Our justice system is broken. The way we deal with crime simply isn’t working any more.
Over the last 30 years, the number of Australians in prison has tripled. It has grown year on year four times faster than the Australian population.
This is unsustainable and is placing extraordinary strain on Justice Department budgets around the country. In fact, we now spend $3 billion dollars a year keeping people in prison.
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Two months ago, NSW Attorney General Greg Smith promised to keep 14 high risk violent offenders behind bars beyond their sentences. Today, The Daily Telegraph revealed that half of them have already been released.
Announcements like this may grab headlines (and did) and evoke emphatic nods from the public, but locking away inmates indefinitely is not based on any sense. Just speak to anyone who spends their days and nights helping a sex offender find a place to live and a job.
Longer sentences are a proven vote winner, but they do not address the key issue of what to do with ex-prisoners. If Corrective Services NSW and similar departments in other states were really interested in reducing re-offending, they would spend more time and resources on rehabilitation and reintegration policies.
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After two years of waiting Schapelle Corby has been granted clemency. That’s legalese for asking for mercy. Or, in Corby’s case a more lenient sentence.
It’s believed today’s judgment will cut her 20-year sentence short by up to five years. According to Sky News: “Under Indonesian law, she would be eligible for parole after having served two-thirds of her sentence, meaning that the five-year cut to her prison term could see her released later this year.”
News.com.au reports Corby sought appeal back in 2010 after suffering significant physical and mental health issues since being behind bars.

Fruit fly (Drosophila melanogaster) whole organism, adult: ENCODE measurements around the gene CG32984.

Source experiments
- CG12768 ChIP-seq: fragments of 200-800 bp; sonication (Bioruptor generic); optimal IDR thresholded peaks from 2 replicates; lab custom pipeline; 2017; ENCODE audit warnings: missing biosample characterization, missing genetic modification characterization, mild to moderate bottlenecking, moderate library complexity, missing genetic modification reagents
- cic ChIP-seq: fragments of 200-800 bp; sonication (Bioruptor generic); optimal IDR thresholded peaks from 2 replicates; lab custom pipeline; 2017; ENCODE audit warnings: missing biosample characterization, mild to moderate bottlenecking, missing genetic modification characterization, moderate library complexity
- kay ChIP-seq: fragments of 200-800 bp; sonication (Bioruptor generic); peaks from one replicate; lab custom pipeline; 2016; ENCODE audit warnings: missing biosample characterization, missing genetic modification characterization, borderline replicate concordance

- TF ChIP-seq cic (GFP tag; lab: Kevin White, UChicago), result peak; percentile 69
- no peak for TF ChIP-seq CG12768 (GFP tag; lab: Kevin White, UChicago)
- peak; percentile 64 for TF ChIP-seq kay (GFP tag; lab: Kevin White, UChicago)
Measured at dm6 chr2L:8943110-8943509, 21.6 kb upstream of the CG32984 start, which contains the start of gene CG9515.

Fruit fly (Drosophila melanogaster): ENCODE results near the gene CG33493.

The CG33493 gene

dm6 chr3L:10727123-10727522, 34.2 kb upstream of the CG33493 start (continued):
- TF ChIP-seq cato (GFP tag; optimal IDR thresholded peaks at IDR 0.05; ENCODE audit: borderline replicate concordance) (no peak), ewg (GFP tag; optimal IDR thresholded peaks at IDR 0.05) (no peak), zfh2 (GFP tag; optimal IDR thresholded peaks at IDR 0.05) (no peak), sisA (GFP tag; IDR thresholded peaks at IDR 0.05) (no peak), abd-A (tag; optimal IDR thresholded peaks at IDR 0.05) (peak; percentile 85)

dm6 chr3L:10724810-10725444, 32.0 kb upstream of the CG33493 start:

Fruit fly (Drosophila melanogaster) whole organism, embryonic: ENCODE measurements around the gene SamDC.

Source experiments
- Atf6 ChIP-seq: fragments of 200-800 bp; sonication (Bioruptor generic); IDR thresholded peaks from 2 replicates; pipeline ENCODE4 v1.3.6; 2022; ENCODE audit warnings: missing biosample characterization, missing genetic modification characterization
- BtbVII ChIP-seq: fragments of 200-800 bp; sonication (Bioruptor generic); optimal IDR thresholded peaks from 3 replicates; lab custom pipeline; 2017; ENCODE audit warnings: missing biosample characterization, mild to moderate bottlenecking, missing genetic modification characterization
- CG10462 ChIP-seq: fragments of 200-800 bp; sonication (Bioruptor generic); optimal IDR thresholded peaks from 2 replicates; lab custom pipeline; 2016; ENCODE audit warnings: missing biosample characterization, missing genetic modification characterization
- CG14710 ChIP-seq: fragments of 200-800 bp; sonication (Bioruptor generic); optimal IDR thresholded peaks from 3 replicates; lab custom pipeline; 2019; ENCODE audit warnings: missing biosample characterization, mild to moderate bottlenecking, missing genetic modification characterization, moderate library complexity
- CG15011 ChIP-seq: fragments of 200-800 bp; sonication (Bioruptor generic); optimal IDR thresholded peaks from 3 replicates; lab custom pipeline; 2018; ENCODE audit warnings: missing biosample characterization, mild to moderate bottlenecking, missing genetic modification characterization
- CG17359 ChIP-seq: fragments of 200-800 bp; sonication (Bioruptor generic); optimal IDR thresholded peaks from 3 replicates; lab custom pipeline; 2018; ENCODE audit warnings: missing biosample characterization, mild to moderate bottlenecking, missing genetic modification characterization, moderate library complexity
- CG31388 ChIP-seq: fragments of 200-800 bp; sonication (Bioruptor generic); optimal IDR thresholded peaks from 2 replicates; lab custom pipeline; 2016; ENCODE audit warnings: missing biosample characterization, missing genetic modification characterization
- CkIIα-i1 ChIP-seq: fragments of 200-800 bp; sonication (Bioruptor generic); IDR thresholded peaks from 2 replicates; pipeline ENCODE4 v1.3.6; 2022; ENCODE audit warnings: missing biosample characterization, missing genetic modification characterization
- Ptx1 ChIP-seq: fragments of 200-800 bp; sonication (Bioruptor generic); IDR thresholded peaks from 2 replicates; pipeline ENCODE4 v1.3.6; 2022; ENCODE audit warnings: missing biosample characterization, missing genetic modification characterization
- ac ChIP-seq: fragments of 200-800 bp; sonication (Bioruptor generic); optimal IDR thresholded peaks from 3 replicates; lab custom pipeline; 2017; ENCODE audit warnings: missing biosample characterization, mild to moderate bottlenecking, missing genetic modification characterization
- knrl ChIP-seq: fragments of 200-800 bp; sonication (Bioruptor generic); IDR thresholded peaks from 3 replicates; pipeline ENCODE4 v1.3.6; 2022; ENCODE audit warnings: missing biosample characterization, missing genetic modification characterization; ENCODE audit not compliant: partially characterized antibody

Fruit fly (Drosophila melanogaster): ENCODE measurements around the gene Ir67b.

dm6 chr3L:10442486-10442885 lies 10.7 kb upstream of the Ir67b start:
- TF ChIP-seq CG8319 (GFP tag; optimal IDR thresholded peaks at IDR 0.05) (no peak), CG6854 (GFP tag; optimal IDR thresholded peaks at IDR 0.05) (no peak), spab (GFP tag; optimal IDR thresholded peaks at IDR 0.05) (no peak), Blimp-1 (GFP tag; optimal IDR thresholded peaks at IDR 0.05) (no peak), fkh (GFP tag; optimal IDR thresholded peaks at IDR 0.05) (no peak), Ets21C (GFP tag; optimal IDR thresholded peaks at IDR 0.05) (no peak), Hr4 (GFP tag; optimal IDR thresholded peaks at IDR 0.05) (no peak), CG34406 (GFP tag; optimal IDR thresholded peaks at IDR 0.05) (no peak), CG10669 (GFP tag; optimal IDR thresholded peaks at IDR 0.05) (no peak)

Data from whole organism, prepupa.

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Bradley Umar Sariff Baladjam, part-time actor, part-time bomb-maker is not happy at the prospect of serving longer than his current 14 year sentence, because the prison library is not up to scratch.
Currently ensconced behind the walls of Goulburn’s Supermax prison, Baladjam told his barrister that not only were the prison library’s opening hours far too short, he finds their collection lacking, especially books on maths and Islamic art. He’s been forced to use his Year 9 textbook to pass the time.
Now we can’t have that. Say what you will about Australian prisons and our rising rates of recidivism, but the last thing we want is bored prisoners. Who knows what else they’ll choose to get up to in there. Serving time for bad deeds is obviously necessary, but serving time without books is quite another altogether.
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It would take a brave government to decriminalise drugs – even if it was just marijuana, which is generally less harmful than alcohol. I doubt, somehow, that we’ll see it happen anytime soon, despite the mounting evidence that the ‘war on drugs’ has failed, and was doomed to fail from the very beginning.
It’s too radical and counter-intuitive for governments that are locked in a death spiral of talking tough - tough on borders, tough on crime, tough on drugs.
So this latest report, to be released today by Australia21, will fall on deaf ears despite Foreign Minister Bob Carr’s endorsement, and the involvement of Australia’s top minds on drugs and addiction and policy.
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Kat Armstrong was a heroin addict, disowned by her only daughter and serving a prison sentence of ten years.
Vulnerable to relapse, with no support, no money, no home and no skills, her biggest challenge was returning to the real world.
Clean for eight years, reunited with her daughter and mentoring other women inmates all over NSW, Armstrong’s journey is exceptional. The fact that she’s still alive is amazing.
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I don’t know about you, but I always over-pack. What’s the point in taking a suitcase if it’s not full to the brim?
So I’m starting to wonder how Gordon Nuttall managed it.
The disgraced, former Queensland health and industrial relations minister had to pack for the next seven years that he’ll spend in prison after being found guilty of corruption. Now that requires some serious planning.
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